Warsaw in 1937 was a city full of intrigue. A city crawling with spies.
A city on the brink of war.
Its story is told in BBC America's superb, gorgeously shot mini-series Spies of Warsaw, which premieres Wednesday.
It's one of two major new TV dramas this week, along with Rogue, a gritty, violent cop series from DirectTV's Audience Network, which also begins Wednesday, with a feature-length pilot.
Spies of Warsaw is a lush, classic spy yarn starring David Tennant (Doctor Who, Hamlet) as Col. Jean-Francois Mercier, a dashing French World War I hero-turned-spy who is convinced that a German invasion is imminent, but is ignored by his superiors.
Adapted from Alan Furst's acclaimed 2008 novel, the mini-series will be shown in two 90-minute parts on successive Wednesdays.
It's September 1937, and the French Embassy in Warsaw has a new addition to its staff: Military attache Col. Mercier, a war hero with more medals on his chest - and more bayonet, bullet, and shrapnel scars on his body - than one could count.
His cover job is to sell French armaments to an impoverished Poland and to assure the Poles that the French will come to their rescue in case of German aggression. He attends countless dinners, dances, and cocktail parties, doing the embassy circuit around town.
In reality, he's a covert operative sent by France's spy organization, Deuxième Bureau, to divine the strength and positions of the Nazi war machine.
Tennant is brilliant as Mercier, a true hero who doesn't believe for a moment he's a hero. A brooding pessimist who passionately believes in hope. He's appropriately bored yet charming at parties. On moonless nights he crosses into Germany, or gathers intel from his Polish and German agents.
Polish star Marcin Dorocinski plays Mercier's only close friend, Polish intelligence agent Antoni Pakulski. They fought together in 1920 in the Polish-Russian war, and now commiserate with each other about the good old days when war was face-to-face and not covert, a matter of the shadows.
And Janet Montgomery plays Anna Skarbek, a Polish-French lawyer whose charm proves more dangerous than any German offensive.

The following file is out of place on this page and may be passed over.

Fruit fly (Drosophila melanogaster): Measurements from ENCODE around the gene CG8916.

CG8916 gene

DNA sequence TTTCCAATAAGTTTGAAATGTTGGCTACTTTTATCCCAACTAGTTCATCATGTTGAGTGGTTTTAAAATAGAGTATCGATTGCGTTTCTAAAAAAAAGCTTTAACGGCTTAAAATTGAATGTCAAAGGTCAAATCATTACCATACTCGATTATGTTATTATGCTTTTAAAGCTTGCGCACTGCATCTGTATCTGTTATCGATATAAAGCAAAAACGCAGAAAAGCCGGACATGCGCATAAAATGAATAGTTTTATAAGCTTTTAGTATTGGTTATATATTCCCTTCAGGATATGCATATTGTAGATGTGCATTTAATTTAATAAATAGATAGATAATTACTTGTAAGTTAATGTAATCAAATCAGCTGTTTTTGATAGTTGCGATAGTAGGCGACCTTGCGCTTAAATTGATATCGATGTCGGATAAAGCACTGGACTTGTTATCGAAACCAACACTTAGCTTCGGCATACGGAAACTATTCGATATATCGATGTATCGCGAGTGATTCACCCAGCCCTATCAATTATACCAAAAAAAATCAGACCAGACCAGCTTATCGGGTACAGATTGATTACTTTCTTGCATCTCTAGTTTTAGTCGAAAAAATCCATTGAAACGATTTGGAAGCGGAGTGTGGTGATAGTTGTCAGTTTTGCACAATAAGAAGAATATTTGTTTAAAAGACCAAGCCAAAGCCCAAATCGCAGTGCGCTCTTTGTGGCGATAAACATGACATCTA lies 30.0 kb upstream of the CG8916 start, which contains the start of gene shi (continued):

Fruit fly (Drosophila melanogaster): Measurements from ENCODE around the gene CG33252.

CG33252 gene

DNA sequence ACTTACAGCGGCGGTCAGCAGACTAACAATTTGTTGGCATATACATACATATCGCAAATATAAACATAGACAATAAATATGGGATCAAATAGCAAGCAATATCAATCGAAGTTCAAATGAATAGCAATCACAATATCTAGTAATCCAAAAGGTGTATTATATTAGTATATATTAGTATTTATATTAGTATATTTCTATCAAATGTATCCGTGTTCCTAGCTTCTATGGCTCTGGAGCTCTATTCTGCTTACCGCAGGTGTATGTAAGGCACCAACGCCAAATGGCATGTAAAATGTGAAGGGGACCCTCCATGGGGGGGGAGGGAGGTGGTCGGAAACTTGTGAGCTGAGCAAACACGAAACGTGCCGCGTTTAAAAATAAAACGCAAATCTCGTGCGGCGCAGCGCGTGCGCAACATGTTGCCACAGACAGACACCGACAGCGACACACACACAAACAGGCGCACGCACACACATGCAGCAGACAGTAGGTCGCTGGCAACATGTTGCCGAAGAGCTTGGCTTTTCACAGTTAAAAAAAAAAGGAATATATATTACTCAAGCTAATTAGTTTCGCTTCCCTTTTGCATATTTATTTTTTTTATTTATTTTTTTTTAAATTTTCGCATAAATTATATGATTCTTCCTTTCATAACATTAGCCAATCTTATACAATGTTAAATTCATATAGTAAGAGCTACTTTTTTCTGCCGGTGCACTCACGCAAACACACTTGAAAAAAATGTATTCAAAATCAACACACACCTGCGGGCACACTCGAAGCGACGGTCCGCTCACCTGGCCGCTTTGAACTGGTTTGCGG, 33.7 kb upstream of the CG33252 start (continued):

Spies of Warsaw is a deeply romantic, intricately plotted, and well-structured character study. But it doesn't romanticize espionage or revel in violence. It shows it as a dangerous, often ugly, if necessary, business.
DirectTV makes its first foray into original scripted programing with Rogue, a violent, dark, and twisted police thriller on the satellite provider's Audience Network.
British actress Thandie Newton (For Colored Girls, RocknRolla) is mesmerizing, if not always convincing, as Grace Travis, an undercover cop who has infiltrated an Oakland, Calif., crime family run by Jimmy Laszlo (Bourne Supremacy assassin Marton Csokas).
After she has insinuated herself for months into Jimmy's inner circle as the black-leather-clad, wild-child freelance drug importer Jackie Hays, Grace's operation falls apart when her 7-year-old son is killed in a drive-by shooting.
But . . . and here it is . . . when Grace finds out that the bullet that killed her son is similar to one used to kill one of Jimmy's friends, she wants back in with his crew.
She's obsessed. Her job, as her poor husband Tom (Kavan Smith) tells her, isn't a career but an addiction.
Grace's lieutenant (Claudia Ferri) won't allow her to go undercover again. But Grace does it anyway.
She goes - rogue.
And that's when she finds out some of her cop friends are corrupt, that Jimmy is involved in some international financial conspiracy, and that the world is awful and scary.
Rogue, which also features Ian Hart as Grace's undercover handler and Ian Tracey as the only cop she truly trusts, isn't exactly subtle. The plot is as forced as Newton's American accent, which jumps from Brooklyn to Texas and back to New York in a single sentence.
Over-boiled, over-violent, and overly abundant with sex scenes, Rogue is sure to click with hardcore cop-thriller fans who care less about plotting and characterization than the bang . . . bang . . . bang.
"Spies of Warsaw"
9 p.m. Wednesday on BBC America
9 p.m. Wednesday on DirectTV's Audience Network